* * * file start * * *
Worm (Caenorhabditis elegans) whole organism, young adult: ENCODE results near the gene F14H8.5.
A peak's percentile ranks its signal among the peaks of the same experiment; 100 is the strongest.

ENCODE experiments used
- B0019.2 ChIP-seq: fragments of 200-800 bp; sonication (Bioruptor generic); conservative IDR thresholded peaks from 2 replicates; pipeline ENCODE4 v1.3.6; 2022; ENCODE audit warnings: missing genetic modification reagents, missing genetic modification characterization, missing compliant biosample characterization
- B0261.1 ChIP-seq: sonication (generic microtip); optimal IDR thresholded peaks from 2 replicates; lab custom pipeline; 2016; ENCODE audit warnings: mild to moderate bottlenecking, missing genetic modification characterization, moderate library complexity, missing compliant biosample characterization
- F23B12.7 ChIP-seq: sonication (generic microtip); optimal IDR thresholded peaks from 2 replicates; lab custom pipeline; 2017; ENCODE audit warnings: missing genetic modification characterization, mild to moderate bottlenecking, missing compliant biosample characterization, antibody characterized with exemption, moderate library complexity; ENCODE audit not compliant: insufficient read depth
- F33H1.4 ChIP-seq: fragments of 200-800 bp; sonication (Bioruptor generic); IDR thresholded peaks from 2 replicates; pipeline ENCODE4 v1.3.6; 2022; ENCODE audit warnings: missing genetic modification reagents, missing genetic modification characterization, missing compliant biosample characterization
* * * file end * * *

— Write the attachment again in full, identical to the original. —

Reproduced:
Worm (Caenorhabditis elegans) whole organism, young adult: ENCODE results near the gene F14H8.5.
A peak's percentile ranks its signal among the peaks of the same experiment; 100 is the strongest.

ENCODE experiments used
- B0019.2 ChIP-seq: fragments of 200-800 bp; sonication (Bioruptor generic); conservative IDR thresholded peaks from 2 replicates; pipeline ENCODE4 v1.3.6; 2022; ENCODE audit warnings: missing genetic modification reagents, missing genetic modification characterization, missing compliant biosample characterization
- B0261.1 ChIP-seq: sonication (generic microtip); optimal IDR thresholded peaks from 2 replicates; lab custom pipeline; 2016; ENCODE audit warnings: mild to moderate bottlenecking, missing genetic modification characterization, moderate library complexity, missing compliant biosample characterization
- F23B12.7 ChIP-seq: sonication (generic microtip); optimal IDR thresholded peaks from 2 replicates; lab custom pipeline; 2017; ENCODE audit warnings: missing genetic modification characterization, mild to moderate bottlenecking, missing compliant biosample characterization, antibody characterized with exemption, moderate library complexity; ENCODE audit not compliant: insufficient read depth
- F33H1.4 ChIP-seq: fragments of 200-800 bp; sonication (Bioruptor generic); IDR thresholded peaks from 2 replicates; pipeline ENCODE4 v1.3.6; 2022; ENCODE audit warnings: missing genetic modification reagents, missing genetic modification characterization, missing compliant biosample characterization